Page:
Tige was Warren’s American Staffordshire Terrier. Retired from his role as “Buster Brown’s Dog” he toured as the company’s mascot. Tige is no longer with us but with his great wealth of knowledge, his column will continue.
• Stress is a major cause of feather plucking and illness in our feathered friends. “Triggers” include moving, moving the cage, new additions to the family (human or animal), noise, sudden changes in routine and temperature, illness, etc. When changes are necessary, try to avoid stressing the bird by gradually making changes.
• When puppy proofing your home, be aware that the following items could contain lead and take steps to prevent your puppy from chewing on or ingesting paint, linoleum, lead weights or shots, insecticides, foil, batteries, solder, putty, roofing ot plumbing supplies and golf balls.
• It’s important not only to clean up your dog’s waste when out in the community, but also in your yard. Feces can contain intestinal worms, other parasites, germs, etc. that can spread health problems to dogs through their sniffing, eating or walking on contaminated feces.
• To ensure your caged bird is eating every day, it’s vital to check the bird’s food and water dishes twice a day and remove leftover cooked or fresh food before it spoils. Be sure to remove the empty seed hulls that could give the false impression that the dish is full of seeds while the bird is actually starving.
• Kittens and cats just love to play with yarn, string, rope or anything else that dangles. Too often owners encourage this and leave playthings around for a pet to play with even when he’s unsupervised. Be aware that in an instant a playing cat could become hopelessly entangled in a long strand of fabric, or in the case of kittens on a swing, could be trapped and strangled within moments. It sounds grim but accidents like these are a reality, and they happen more than people realize each and every year. Don’t let a cat’s frustration with yarn, hanging rope or the like bring him to an untimely death. He deserves better.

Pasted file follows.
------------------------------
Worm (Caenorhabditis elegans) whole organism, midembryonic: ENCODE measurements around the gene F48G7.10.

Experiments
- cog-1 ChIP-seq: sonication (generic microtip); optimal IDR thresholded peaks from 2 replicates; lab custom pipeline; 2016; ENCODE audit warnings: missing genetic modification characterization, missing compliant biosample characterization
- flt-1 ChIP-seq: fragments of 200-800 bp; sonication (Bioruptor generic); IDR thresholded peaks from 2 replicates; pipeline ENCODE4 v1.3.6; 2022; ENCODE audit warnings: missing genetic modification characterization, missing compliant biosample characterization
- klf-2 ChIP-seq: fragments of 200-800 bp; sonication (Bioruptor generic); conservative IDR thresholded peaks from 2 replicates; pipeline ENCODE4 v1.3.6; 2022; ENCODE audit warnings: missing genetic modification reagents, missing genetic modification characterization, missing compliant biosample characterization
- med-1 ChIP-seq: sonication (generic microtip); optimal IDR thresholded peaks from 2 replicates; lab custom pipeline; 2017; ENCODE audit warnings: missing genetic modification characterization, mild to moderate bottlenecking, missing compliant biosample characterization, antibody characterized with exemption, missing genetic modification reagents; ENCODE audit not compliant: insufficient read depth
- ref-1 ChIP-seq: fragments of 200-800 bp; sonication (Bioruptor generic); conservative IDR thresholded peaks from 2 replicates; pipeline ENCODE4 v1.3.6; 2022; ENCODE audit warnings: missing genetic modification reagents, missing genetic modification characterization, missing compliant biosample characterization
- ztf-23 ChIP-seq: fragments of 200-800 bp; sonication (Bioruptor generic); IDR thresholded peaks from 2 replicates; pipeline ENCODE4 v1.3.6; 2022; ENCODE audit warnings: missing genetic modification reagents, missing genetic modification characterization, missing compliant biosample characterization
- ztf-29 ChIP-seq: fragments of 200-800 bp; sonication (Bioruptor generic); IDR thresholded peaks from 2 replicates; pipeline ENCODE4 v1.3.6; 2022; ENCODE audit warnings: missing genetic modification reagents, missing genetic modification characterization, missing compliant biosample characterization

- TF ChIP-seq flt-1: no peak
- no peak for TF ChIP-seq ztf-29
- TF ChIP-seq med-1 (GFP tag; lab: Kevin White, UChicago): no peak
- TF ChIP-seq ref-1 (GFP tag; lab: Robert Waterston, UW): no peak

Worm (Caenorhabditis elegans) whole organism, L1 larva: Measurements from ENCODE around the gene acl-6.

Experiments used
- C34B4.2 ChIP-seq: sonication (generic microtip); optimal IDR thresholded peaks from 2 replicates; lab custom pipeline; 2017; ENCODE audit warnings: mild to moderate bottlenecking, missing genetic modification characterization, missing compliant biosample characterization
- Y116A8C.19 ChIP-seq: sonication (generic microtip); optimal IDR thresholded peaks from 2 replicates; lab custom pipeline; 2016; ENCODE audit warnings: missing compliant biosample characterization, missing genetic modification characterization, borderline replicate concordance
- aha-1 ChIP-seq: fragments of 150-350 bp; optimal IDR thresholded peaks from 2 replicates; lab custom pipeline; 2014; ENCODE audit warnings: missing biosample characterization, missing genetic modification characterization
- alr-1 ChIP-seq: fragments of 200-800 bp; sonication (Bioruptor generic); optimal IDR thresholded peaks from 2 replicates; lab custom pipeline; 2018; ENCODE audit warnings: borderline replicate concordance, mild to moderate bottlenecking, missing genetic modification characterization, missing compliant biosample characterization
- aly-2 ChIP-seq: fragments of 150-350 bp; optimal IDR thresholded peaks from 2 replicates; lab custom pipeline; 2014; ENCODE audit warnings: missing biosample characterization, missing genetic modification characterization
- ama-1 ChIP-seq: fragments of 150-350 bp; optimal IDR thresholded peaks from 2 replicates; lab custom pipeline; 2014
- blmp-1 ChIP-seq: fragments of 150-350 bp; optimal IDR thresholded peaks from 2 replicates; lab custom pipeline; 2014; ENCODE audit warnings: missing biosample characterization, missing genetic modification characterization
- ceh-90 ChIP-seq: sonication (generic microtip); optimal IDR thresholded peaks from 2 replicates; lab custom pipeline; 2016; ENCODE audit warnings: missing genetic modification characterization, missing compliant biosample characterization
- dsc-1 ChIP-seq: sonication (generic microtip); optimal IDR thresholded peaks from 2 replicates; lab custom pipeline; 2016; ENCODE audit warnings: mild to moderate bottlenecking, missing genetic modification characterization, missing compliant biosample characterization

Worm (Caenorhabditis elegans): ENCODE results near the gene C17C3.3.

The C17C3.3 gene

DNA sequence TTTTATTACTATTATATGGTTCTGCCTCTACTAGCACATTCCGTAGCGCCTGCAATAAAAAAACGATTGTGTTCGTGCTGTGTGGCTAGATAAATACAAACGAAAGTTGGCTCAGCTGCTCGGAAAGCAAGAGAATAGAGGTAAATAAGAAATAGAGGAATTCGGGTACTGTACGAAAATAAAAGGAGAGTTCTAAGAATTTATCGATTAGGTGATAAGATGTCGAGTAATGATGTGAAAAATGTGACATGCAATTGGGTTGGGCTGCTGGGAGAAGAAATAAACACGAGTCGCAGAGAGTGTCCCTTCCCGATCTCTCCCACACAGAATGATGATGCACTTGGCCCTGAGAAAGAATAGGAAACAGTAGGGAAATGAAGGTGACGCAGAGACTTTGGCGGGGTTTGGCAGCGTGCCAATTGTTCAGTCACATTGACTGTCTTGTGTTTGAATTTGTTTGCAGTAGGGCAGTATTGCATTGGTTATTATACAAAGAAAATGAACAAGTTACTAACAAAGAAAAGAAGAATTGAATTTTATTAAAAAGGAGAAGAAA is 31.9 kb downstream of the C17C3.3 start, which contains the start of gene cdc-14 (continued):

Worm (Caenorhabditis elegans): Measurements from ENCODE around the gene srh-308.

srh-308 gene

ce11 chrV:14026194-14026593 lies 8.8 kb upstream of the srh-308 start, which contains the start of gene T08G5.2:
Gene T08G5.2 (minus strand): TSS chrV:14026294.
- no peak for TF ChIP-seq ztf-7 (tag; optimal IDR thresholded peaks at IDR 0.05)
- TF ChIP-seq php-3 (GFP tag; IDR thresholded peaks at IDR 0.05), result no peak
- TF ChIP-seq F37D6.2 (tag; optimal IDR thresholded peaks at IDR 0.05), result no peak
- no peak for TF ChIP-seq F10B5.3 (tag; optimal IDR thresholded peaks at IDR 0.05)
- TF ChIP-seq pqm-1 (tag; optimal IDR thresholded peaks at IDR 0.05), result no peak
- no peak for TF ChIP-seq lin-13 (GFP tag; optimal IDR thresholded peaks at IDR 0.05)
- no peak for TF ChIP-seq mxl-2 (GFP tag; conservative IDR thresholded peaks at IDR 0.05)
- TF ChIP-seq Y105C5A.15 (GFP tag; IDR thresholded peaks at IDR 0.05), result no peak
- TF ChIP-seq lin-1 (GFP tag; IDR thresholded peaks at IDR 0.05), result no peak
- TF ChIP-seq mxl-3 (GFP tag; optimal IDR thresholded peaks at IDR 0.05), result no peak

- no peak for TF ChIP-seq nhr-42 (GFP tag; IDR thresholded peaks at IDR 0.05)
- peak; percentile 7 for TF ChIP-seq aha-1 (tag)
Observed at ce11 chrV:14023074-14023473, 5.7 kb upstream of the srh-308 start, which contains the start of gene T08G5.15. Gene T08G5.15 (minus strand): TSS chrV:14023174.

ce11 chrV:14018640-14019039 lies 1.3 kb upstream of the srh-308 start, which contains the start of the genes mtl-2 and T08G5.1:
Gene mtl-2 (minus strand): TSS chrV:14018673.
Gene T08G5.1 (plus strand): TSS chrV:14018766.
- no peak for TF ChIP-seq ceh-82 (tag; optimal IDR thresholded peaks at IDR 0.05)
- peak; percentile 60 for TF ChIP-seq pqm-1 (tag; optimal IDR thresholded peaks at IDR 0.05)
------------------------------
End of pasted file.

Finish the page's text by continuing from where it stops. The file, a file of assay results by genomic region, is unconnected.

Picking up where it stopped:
• Cats are carnivores, but often develop a taste for grass. Grass is a good source of fiber, so provide your indoor cat with some grass blades to munch. Many pet shops have kitty grass kits, or make your own indoor lawn! All you need is a stable pot with some clean (preferably sterilized) soil. Sprinkle some seeds of grass, parsley or thyme (try catnip for a true kitty high!). Water daily, without drenching the soil, and keep in a well-lit place.
• Dogs that are fed a regular diet of dried dog food are often thirstier than those fed canned or moist foods. This is not because dry food is saltier, but because there is less liquid in the dry vittles than in other forms of nourishment. So make sure that your dog has plenty of clean water.
• Trauma can cause serious injury to a puppy’s bones and joints. Take certain precautions so this won’t happen. Don’t allow your puppy to romp or be kenneled on a slick surface. Don’t encourage your pup to walk on it’s hind legs or to pull a heavy load. Obesity can also place stress on both puppies’ and dogs’ bones and joints.